Australian Review of Applied Linguistics

The Australian Review of Applied Linguistics (ARAL) is the preeminent journal of the Applied Linguistics Association of Australia (ALAA). ARAL is a peer reviewed journal that promotes scholarly discussion and contemporary understandings of language-related matters with a view to impacting on real-world problems and debates. The journal publishes empirical and theoretical research on language/s in educational, professional, institutional and community settings. ARAL welcomes national and international submissions presenting research related to any of the major sub-disciplines of Applied Linguistics as well as transdisciplinary studies. Areas of particular interest include but are not limited to:

· Analysis of discourse and interaction
· Assessment and evaluation
· Bi/multilingualism and bi/multilingual education
· Corpus linguistics
· Cognitive linguistics
· Language, culture and identity
· Language maintenance and revitalization
· Language planning and policy
· Language teaching and learning, including specific languages and TESOL
· Pragmatics
· Research design and methodology
· Second language acquisition
· Sociolinguistics
· Language and technology
· Translating and interpreting

There are three issues of ARAL per year including a special issue focusing on critical aspects and developments in the field.

ARAL publishes its articles Online First.

John Benjamins Publishing Company is the official publisher of the journal, as of Volume 39 (2016).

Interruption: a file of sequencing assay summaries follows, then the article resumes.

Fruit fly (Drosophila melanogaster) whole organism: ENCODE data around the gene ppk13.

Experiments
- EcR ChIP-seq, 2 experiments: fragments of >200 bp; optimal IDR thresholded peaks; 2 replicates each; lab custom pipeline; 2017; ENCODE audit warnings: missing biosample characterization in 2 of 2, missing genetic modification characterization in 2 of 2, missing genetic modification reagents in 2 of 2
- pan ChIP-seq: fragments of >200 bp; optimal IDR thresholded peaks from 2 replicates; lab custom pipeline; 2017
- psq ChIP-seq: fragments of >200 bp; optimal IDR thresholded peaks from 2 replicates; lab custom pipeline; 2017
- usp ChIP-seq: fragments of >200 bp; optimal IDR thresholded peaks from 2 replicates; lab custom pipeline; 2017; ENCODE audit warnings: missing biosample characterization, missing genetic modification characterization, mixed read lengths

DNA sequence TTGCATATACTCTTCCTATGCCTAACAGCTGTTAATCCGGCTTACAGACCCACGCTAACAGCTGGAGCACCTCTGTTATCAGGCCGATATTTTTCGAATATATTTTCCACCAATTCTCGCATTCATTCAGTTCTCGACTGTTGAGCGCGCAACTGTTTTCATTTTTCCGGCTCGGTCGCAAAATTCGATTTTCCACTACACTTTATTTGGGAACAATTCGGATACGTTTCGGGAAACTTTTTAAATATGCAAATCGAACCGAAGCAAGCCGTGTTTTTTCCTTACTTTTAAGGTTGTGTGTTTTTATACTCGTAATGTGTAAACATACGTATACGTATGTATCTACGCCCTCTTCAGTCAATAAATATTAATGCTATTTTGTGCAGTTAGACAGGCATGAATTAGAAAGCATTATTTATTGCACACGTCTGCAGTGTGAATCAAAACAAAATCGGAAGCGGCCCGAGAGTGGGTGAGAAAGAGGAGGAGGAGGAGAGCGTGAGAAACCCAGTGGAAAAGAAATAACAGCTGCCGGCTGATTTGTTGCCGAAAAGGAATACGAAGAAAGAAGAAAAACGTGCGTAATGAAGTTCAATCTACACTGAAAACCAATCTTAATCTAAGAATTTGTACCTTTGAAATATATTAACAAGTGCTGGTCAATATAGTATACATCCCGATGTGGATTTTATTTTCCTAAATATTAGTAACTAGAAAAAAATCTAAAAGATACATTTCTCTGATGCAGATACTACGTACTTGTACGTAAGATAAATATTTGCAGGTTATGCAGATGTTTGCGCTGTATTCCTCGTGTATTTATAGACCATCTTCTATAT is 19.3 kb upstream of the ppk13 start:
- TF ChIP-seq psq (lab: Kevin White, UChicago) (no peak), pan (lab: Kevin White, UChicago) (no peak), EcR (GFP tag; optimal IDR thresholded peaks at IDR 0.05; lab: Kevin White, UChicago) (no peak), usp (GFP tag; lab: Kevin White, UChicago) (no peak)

Additionally, thematic issues have appeared in Australian Review of Applied Linguistics. Series S.
Sample issue: ARAL 40:1
Board
Editor-in-Chief
Rhonda Oliver | Curtin University | araleditor at gmail.com
Editor
Sender Dovchin | Curtin University
Review Editor
Julian Chen | Curtin University
Editorial Assistant
Tatiana Bogachenko | Curtin University
Editorial Board
Chris Davison | University of New South Wales
Andy Kirkpatrick | Griffith University
Ute Knoch | University of Melbourne
Judit Kormos | Lancaster University
James P. Lantolf | The Pennsylvania State University
Constant Leung | King's College London
Li Wei | University College London
Ian G. Malcolm | Edith Cowan University
Lourdes Ortega | Georgetown University
Mastin Prinsloo | University of Cape Town
Angela Scarino | University of South Australia
Farzad Sharifian † | Monash University
Amy B.M. Tsui | University of Hong Kong
Subscription Info
Current issue: 43:1, available as of March 2020
Next issue: 43:2, expected August 2020

General information about our electronic journals.

Subscription rates

All prices for print + online include postage/handling.

Online-only Print + online
Volume 43 (2020): 3 issues; ca. 300 pp. EUR 148.00 EUR 168.00

Individuals may apply for a special subscription rate of EUR 70.00 (online‑only: EUR 65.00)
Private subscriptions are for personal use only, and must be pre-paid and ordered directly from the publisher.

Available back-volumes

Online-only Print + online
Complete backset
(Vols. 1‒42; 1977‒2019)
97 issues;
12,581 pp.
EUR 3,360.00 EUR 4,810.00
Volume 42 (2019) 3 issues; 300 pp. EUR 145.00 EUR 165.00
Volume 41 (2018) 3 issues; 300 pp. EUR 141.00 EUR 160.00
Volume 40 (2017) 3 issues; 300 pp. EUR 137.00 EUR 155.00
Volume 39 (2016) 3 issues; 300 pp. EUR 137.00 EUR 150.00
Volumes 29‒38 (2006‒2015) 3 issues; avg. 329 pp. Open Access EUR 110.00 each
Volumes 1‒28 (1977‒2005) 2 issues; avg. 288 pp. EUR 100.00 each EUR 110.00 each
Issues

Volume 43 (2020)

Volume 42 (2019)

Volume 41 (2018)

Volume 40 (2017)

Volume 39 (2016)

Volume 38 (2015)

Volume 37 (2014)

Volume 36 (2013)

Volume 35 (2012)

Volume 34 (2011)

Volume 33 (2010)

Volume 32 (2009)

Volume 31 (2008)

Volume 30 (2007)

Volume 29 (2006)

Volume 28 (2005)

Volume 27 (2004)

Volume 26 (2003)

Volume 25 (2002)

Volume 24 (2001)

Volume 23 (2000)

Volume 22 (1999)

Volume 21 (1998)

Volume 20 (1997)

Volume 19 (1996)

Volume 18 (1995)

Volume 17 (1994)

Volume 16 (1993)

Volume 15 (1992)

Volume 13 (1991)